I want to revisit a few points I have made before.
First, with regard to definitions. A liberal is someone who values individual liberty for every single individual, everywhere. Liberals believe that rights belong to individuals and that collectives ~ groups like communities and religions and the state, itself ~ have duties but not rights. Thus, liberals are very wary of group rights, including, here in Canada, for example, minority (or majority) language rights. Most liberals oppose, for example, Québec‘s language laws and the proposed Bill 21 and most liberals are suspicious of much of the Canadian Constitution of 1982.
The opposite of liberal is NOT conservative, it is illiberal. Likewise, the opposite of conservative is NOT liberal, it is progressive.
For a whole host of reasons, many of which I have explained in the past, Canadians tend to skew towards the Progressive/Illiberal part of the political area.
I believe there is room on the Canadian political playing field for four major, national, political parties:
- One on the progressive and illiberal (statist) ‘left;’
- One on the conservative and illiberal ‘right;’ and
- Two in the liberal centre ~
- One skewed towards the progressive left, and
- The other towards the conservative right.
I think the Red party has the greatest chance of appealing to the largest plurality of Canadians (who are skewed to the lower (illiberal) left) and when the Orange is weak and when the conservative parties split the liberal/conservative vote then then a Red party government is the most likely outcome, as it was for nearly 70 of the 100 years of the 20th century and for more than half of the 21st, to date.
It is possible to change the Canadian political culture but that will be a long, slow and painful process.
But, for now, while we have a four party system it doesn’t look much like the one above. Instead, it looks more like this:
The reason why most Canadians voters skew down☟to the illiberal zone (2nd graphic) is that Québec, with 20+% of the population , is the most illiberal political jurisdiction in North America. The federal Bloc Québécois and the provincial government in Québec are both committed ro trampling on the fundamental rights and liberties of individual citizens just because they are not pure laine Québécois or Québécoise. No liberal would ever want to do that. The need to compete for a share of Québec‘s 78 (of 338 (23%)) seats forces even otherwise liberal politicians like Jagmeet Singh and Erin O’Toole to abandon their liberal values and pander to the illiberal Québécois and Québécoise voters who hold morally worthless ethnocentric values above all else.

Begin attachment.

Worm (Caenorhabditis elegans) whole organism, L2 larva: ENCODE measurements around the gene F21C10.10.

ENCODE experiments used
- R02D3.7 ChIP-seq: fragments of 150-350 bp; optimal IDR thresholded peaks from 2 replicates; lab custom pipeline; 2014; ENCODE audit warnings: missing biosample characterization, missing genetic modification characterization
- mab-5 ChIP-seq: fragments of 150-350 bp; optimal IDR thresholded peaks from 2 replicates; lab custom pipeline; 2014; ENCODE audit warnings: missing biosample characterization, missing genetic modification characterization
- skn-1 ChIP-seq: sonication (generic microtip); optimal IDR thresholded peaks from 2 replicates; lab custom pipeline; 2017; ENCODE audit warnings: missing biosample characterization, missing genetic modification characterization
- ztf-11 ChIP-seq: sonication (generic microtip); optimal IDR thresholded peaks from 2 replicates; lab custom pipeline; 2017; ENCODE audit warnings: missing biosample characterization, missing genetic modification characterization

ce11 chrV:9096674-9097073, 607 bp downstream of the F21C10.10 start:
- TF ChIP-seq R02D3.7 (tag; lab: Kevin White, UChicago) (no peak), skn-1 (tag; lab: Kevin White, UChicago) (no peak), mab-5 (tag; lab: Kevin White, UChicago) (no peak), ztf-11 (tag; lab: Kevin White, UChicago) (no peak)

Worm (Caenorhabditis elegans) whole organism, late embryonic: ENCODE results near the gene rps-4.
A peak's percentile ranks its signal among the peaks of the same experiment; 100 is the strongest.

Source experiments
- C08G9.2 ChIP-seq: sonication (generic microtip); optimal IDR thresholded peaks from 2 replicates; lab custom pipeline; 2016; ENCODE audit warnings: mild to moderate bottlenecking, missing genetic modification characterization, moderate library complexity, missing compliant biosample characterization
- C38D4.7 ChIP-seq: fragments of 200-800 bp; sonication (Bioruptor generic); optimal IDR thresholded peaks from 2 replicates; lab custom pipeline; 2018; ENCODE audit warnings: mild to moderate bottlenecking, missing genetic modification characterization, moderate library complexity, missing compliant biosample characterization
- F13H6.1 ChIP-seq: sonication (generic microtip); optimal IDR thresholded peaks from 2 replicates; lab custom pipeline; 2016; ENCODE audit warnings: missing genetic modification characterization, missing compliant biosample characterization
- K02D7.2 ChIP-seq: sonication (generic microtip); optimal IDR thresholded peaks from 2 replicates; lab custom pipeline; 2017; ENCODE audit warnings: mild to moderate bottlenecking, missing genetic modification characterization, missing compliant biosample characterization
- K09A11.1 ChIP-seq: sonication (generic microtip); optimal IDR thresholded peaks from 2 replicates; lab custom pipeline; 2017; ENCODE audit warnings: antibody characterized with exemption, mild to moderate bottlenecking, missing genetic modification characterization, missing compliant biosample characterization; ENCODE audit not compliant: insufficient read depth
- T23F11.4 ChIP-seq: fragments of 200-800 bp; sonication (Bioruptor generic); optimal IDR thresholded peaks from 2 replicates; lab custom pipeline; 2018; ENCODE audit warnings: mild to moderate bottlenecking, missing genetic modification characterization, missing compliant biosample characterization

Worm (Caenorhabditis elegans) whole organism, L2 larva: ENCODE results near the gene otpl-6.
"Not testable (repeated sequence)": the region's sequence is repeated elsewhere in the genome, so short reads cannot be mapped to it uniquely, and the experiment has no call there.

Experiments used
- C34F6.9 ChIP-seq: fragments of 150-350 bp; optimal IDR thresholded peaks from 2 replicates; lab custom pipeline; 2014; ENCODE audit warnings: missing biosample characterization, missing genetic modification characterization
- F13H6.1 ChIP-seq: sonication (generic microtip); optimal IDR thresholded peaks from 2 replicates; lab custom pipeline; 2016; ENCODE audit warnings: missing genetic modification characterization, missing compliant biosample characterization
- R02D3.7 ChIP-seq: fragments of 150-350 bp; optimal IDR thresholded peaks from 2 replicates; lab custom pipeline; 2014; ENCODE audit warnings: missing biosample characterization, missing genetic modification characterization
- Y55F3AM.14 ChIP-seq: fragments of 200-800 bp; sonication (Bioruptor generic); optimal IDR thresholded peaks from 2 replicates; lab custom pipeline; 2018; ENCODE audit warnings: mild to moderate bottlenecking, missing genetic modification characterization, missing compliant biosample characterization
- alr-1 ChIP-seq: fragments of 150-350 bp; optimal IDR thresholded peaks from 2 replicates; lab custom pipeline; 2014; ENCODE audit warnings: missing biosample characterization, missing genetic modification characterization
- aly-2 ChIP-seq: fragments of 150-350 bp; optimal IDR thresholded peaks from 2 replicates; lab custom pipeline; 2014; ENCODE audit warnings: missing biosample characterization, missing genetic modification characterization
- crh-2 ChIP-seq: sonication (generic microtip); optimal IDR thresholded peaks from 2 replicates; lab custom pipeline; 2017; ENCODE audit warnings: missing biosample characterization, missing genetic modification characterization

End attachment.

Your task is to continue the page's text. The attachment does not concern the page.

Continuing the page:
We are not going to change Québec. Its political culture is based on the well founded fear that the French language is declining, steadily and irrevocably, in North America. The people of Québec are fighting hard to slow the rate of decline; one cannot really blame them. The only way they can imagine to make French more attractive is to make its use compulsory and that means trampling on the individual rights of their fellow citizens. Québec‘s innate illiberalism is a feature of Canada, some might call it a flaw, but I think that’s unfair.
I believe there is a “sweet spot” in Canadian politics where the NDP and BQ stay about where they are, each providing a natural “home” for Canada’s most progressive and least liberal voters. The broad political centre should be fought over by two parties, each more liberal than illiberal but ‘divided’ by the extent to which they espouse progressive versus conservative values. This graphic shows what I mean:
How do we get there?
The BQ and the NDP have the fewest problems. They are, both, about where they should be but each should, probably, be a bit bigger in terns of seat count. For both parties that means differentiating themselves from the Liberal Party which has been, for the past decade or more, trying to become more like both of them.
The Conservative Party must move towards the centre AND, simultaneously, it must become more liberal. That may mean losing some seats in Québec. Erin O’Toole has been trying to make the party more centrist but, in his quest to win more seats at any cost, he has FAILED to make it more liberal. I think that, for now, the party is in safe hands if it keeps Erin O’Toole as leader. I believe it would be short-sighted and foolish to dump him, now.